Christmas has been a whiz this year. It went by with the puff of wind like an express train: one carriage at a time. The train never stopped as I stood in a daze under a canopy of a terminal roof clutching a bag of wishes in one hand and a silver box finished with red ribbon tucked under my left arm. Lights of compartments blinked past, silhouettes sitting at the windows zipped by as the rushing train left me standing behind with a light luggage at the station.
Part of it was that I practiced Zen philosophy with Christmas this year. I decided nothing would upset me or push me over the edge, no matter how much the circumstances tried twisting my arm while stepping on my toes all at the same time. I was stoic minus a pole, on which Stoic sat. In fact, I was that pole.
A preparation of a traditional Polish Christmas Eve is like a prayer. Everything is made from scratch, and requires a list of secret ingredients that can be obtained only in a shady Deli. It takes time and a lot of soul searching to go through the maneuvers. By the time you let the beets ferment for a week for the borscht brine, soak the salt out of the herring , grind the poppy seeds three times for the prescribed desserts, your choices are limited. You are either a stoic or a madman.
Zen helps to become either one with full immersion.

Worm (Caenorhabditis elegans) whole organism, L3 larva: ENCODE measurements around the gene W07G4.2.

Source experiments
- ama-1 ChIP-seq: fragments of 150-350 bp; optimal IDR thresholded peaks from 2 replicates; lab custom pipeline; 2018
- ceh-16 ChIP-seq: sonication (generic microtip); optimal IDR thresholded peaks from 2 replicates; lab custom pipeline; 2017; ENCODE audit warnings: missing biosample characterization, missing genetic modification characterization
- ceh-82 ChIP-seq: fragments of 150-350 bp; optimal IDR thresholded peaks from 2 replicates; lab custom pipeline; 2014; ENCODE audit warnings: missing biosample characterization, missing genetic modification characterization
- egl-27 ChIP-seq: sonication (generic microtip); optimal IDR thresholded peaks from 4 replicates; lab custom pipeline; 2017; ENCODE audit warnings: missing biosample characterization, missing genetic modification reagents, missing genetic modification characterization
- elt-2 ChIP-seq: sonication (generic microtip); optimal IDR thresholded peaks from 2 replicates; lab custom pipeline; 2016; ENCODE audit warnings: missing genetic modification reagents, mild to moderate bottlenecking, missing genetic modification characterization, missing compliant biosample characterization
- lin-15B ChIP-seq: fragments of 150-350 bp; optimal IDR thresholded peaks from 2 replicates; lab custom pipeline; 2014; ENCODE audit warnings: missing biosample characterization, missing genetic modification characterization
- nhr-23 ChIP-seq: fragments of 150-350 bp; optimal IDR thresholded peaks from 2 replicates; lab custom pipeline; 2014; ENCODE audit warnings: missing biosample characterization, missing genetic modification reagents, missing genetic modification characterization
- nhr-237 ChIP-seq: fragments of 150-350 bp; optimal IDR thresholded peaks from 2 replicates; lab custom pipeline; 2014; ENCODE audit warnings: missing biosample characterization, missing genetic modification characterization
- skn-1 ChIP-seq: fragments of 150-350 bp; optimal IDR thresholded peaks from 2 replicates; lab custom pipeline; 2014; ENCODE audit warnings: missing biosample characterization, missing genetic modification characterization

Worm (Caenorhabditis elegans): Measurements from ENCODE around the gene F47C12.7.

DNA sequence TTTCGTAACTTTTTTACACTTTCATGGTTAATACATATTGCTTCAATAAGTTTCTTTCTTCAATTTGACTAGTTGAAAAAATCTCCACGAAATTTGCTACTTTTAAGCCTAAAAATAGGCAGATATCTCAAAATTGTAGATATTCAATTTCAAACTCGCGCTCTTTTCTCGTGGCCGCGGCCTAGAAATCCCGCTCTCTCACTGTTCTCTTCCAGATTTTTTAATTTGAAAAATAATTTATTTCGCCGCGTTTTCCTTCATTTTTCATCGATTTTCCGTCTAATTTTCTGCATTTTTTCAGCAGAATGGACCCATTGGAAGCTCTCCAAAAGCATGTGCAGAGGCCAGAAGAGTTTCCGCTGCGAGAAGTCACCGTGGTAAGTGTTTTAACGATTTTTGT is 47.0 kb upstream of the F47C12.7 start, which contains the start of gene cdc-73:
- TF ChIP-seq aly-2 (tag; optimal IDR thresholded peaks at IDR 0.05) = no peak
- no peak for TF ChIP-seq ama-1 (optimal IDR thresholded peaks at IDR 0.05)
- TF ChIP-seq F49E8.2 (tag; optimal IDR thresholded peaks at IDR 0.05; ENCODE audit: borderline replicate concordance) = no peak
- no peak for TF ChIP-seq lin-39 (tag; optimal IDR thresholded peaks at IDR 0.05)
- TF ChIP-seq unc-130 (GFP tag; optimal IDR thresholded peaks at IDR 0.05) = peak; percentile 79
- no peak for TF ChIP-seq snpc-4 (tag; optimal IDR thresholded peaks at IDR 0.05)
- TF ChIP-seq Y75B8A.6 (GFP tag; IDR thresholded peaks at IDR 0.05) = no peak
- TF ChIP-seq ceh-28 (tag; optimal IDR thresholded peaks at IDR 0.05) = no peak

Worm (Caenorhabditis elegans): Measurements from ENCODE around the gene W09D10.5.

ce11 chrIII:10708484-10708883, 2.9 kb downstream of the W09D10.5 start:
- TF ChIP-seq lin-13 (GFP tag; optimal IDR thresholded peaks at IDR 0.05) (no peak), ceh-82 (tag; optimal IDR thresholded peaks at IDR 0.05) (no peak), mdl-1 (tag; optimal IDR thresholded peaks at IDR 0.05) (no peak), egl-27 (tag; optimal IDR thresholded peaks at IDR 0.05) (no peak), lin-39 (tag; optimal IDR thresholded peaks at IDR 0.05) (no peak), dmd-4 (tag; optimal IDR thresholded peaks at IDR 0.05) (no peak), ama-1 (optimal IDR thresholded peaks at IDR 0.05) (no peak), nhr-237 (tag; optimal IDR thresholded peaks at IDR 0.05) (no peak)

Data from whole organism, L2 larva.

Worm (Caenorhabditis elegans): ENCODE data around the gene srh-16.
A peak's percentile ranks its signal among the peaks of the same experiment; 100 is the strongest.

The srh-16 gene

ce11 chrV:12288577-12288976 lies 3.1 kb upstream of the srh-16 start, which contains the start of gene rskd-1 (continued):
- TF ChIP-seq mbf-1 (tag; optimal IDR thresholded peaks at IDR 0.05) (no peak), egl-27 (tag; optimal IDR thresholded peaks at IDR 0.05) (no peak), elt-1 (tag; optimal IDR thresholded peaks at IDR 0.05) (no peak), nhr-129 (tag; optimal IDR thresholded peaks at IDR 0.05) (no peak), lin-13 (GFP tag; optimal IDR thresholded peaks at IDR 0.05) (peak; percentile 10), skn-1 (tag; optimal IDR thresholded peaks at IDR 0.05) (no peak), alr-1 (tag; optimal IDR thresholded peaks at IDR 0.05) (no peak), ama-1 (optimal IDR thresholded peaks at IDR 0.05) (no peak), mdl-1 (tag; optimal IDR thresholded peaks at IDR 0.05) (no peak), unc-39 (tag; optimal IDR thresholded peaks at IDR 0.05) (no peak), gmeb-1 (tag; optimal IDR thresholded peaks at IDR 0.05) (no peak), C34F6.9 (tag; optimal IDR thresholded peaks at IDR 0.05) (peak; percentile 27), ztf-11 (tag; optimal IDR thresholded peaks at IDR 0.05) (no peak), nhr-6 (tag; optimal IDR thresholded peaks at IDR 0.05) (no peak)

I practiced my religion this year by stroking each silvery walleye with empathy, feeling the freshness of the meat, thinking tenderly of this carp, back in my childhood bathtub, whom I christened Fred. It was quite a relationship we had, Fred and I. He spent a week in the one bathtub we had, releasing me from the least favorite chore of scrubbing my neck. Not a bad trade-off. Fred adapted swimmingly to a confinement of a tube-like tub and listened opening his gill covers while I talked to him. A tenet I most enjoyed in our relationship. He practiced his lapses at a consistently vigorous pace, while the other two tub tenants gradually slipped into a drowsy state of half-belly-up being. At which point, grandma would release them from the comatose condition with a hit of a hammer: head off and split. The headless carp would still leap on a cutting board, flipping the tail until the nerves stopped receiving signals. Grandma was the head butcher of the house. She ruled at Christmas. Nobody else would even come close. To make things completely clear, father would leave the house when Grandma entered the bathroom with a bucket and a sieve. The battle field was all hers. I watched the killing from the kitchen door frame ready to withdraw in case the fish backfired. Once, it did, catapulting itself into the air, it went flying like a lobbed tennis ball with a mermaid torso before landing at my feet flat. I shrieked and ran. Grandma cursed in her mild manner and scooped the fish from the floor, then split her belly open and cleaned it up lining the guts orderly on a counter for further use: the chopped-off head with watery eyes,the white balloon of a swim bladder, the bloody steaks of the carp's body. That's when I learned Christmas is not for the faint of heart, and it needs to be done with most concentrated attention. Even if it's gone in a blink.